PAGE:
Life as a short-term resident of a beautiful Central Otago town suits Roger Hall fine.
The hottest, coldest, driest place in New Zealand. That's Alexandra.
I spent three months there, courtesy of the Henderson House Arts Trust, and experienced all three conditions, plus an electrical rainstorm with hundreds of lightening flashes and rain which flooded many nearby houses and shops.
The Plischke house where we stayed was safe from flooding. Built on Bridge Hill on about 1.5ha overlooking the town, the house was commissioned by Russell and Barbara Henderson in 1950.
Ernst Plischke was an Austrian architect who had worked for the New Zealand Government for some years (it largely ignored his plans) and who designed the landmark Massey House in Lambton Quay, as well as a famous house in Wellington for Bill Sutch and Shirley Smith.
To commission him to build a house in Central Otago was a brave move in that era, when the national ethos was to keep down with the Joneses.
Previous holders of the Henderson House fellowship (invitation only) include Owen Marshall, Vincent O'Sullivan, Kevin Ireland, photographers Laurence Aberhart and Peter Peryer, and jeweller Warwick Freeman. Philip Temple is the current holder.
My study had a wonderful view of mountains near and far and the Clutha slid by just below.
Alexandra itself is a pleasant town, population just under 5000, surrounded by sheep stations, orchards and vineyards. The public buildings are built in local stone to blend in with the landscape. A pity then, that visitors to the town via the bridge are greeted with garish and inappropriate signage from The Warehouse and a shop selling electrical appliances.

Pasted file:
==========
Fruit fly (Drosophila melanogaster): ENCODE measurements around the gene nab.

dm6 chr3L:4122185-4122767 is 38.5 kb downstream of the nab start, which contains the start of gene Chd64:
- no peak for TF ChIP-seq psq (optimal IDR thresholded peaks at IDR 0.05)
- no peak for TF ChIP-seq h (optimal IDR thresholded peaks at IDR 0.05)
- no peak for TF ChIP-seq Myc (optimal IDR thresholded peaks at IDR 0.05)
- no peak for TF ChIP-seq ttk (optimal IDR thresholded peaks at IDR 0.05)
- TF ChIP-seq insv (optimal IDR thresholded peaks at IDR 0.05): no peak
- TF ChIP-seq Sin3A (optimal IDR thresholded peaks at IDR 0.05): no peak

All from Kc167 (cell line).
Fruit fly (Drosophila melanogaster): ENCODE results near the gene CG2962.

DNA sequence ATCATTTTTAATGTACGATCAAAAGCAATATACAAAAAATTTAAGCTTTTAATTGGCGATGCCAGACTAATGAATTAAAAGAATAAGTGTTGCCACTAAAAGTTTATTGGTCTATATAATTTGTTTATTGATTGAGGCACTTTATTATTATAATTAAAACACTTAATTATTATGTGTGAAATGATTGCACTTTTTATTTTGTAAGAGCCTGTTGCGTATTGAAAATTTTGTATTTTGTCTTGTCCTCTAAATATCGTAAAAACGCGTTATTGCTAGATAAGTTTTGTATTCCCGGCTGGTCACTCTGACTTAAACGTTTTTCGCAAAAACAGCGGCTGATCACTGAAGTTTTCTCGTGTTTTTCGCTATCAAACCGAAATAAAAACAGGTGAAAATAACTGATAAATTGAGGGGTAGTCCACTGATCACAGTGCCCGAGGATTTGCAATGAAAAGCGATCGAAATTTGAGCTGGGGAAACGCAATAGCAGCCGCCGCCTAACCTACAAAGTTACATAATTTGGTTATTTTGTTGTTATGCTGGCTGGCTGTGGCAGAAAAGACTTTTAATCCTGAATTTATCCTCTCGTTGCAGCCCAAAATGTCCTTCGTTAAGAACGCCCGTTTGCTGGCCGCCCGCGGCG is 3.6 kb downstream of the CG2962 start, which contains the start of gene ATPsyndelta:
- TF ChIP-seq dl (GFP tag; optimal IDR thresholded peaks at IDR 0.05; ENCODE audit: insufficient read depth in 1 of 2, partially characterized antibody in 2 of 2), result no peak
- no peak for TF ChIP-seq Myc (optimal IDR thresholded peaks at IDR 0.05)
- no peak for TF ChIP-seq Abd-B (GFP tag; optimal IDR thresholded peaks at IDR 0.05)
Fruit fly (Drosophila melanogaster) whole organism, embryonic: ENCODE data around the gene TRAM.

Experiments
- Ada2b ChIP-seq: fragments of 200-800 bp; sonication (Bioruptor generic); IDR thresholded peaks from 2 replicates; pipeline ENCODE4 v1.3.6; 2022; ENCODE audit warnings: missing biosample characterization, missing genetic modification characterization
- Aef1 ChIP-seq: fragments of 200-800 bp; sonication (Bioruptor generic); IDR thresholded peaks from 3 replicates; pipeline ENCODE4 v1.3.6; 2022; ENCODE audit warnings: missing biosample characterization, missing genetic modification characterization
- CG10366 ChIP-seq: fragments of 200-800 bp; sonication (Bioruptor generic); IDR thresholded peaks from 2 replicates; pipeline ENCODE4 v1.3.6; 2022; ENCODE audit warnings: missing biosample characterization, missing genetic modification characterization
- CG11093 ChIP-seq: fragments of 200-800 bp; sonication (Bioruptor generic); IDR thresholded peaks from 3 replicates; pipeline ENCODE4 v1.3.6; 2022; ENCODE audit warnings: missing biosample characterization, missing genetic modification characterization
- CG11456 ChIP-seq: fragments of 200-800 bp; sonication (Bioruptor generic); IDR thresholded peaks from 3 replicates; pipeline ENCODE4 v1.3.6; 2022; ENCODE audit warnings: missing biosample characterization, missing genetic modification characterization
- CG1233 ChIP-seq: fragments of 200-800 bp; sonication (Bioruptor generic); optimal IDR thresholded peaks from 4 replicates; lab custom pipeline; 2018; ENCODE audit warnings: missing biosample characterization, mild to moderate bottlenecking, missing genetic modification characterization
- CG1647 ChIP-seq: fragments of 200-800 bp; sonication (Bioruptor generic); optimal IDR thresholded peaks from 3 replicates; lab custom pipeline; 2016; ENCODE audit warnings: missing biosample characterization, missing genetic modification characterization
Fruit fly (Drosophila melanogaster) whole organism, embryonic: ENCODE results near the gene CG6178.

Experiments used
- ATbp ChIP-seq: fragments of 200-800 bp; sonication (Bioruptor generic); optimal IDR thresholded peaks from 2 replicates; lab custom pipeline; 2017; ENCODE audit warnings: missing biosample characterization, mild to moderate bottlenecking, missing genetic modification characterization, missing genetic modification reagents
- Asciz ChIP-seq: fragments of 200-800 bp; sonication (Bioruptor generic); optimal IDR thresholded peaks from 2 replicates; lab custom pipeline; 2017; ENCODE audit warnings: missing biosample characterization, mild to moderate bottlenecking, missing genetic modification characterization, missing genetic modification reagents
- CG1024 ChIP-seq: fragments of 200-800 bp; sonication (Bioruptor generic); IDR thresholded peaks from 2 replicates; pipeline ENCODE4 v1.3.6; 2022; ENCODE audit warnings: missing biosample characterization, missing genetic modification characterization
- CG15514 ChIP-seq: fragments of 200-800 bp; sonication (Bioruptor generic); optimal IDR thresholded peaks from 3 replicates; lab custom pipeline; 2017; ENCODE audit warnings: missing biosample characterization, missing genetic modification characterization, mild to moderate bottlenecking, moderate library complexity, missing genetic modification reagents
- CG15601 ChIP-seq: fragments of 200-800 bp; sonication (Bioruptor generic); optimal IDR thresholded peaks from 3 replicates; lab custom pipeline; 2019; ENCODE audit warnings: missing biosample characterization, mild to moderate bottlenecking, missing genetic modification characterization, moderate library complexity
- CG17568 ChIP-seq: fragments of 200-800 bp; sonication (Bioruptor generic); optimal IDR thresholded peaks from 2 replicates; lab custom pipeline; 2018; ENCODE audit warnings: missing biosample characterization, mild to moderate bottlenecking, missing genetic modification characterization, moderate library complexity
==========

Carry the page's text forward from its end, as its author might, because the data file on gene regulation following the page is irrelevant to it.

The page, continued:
Round these parts the Otago Rail Trail is big business. Several companies cater for it: hiring bikes, transporting luggage to accommodation, collecting and returning cyclists from and to the airports.
One morning at The Courthouse, our favourite coffee place, I counted 21 cycles propped up outside, and on Good Friday (peak day for the trail) when we cycled the 11km stretch to Clyde, 41 cyclists were coming the other way.
We bought two used bikes and they provided our main exercise, often riding on the trails (additional to the rail trail itself) that run on either side of the river.
One can also ride by the river along the spectacular Roxburgh Gorge for 12km. (To go all the way to Roxburgh requires a boat ride which costs $95.)
We had our grandchildren (11 and 12) to stay during the school holidays, with their parents.
Local attractions they enjoyed included the very steep climb up to the famous clock that overlooks the town, followed by molten cheese rolls at the nearby Shaky Bridge Cafe; the museum and the Aquatic Centre.
A favourite was the Chatto Creek Tavern, which serves huge helpings of pub food, and they loved the donkeys round the back for visitors to pet.
One of the best things about Alexandra is its easy access to so many places in Central Otago.
Further afield was Clyde, by bike, and a day trip to Queenstown to cash in their Christmas present: multiple rides on the luge followed by a long wait for Fergburger's famously massive but tasty burgers (so famous there is a queue out into the street all day every day).
But perhaps the best of all for them was going to the beautiful Ida Valley and having a snow fight. A grand holiday.
A week before our time was up we had a couple of days at Wanaka for the Festival of Colour, the superb biannual week-long arts festival that spreads its venues over most of Central Otago.
A forgotten pleasure of living down south were the miraculous starry nights. (Oh, if only the street lighting could be like Tekapo, which is shielded to prevent light shining vertically.)
February to end of April meant we got the best of the fruit when we arrived and the best of the autumn colours just before we left.
Then, like swallows, we headed back to the warmer north.
Getting there: Air New Zealand flies non-stop to Queenstown and Dunedin from Auckland.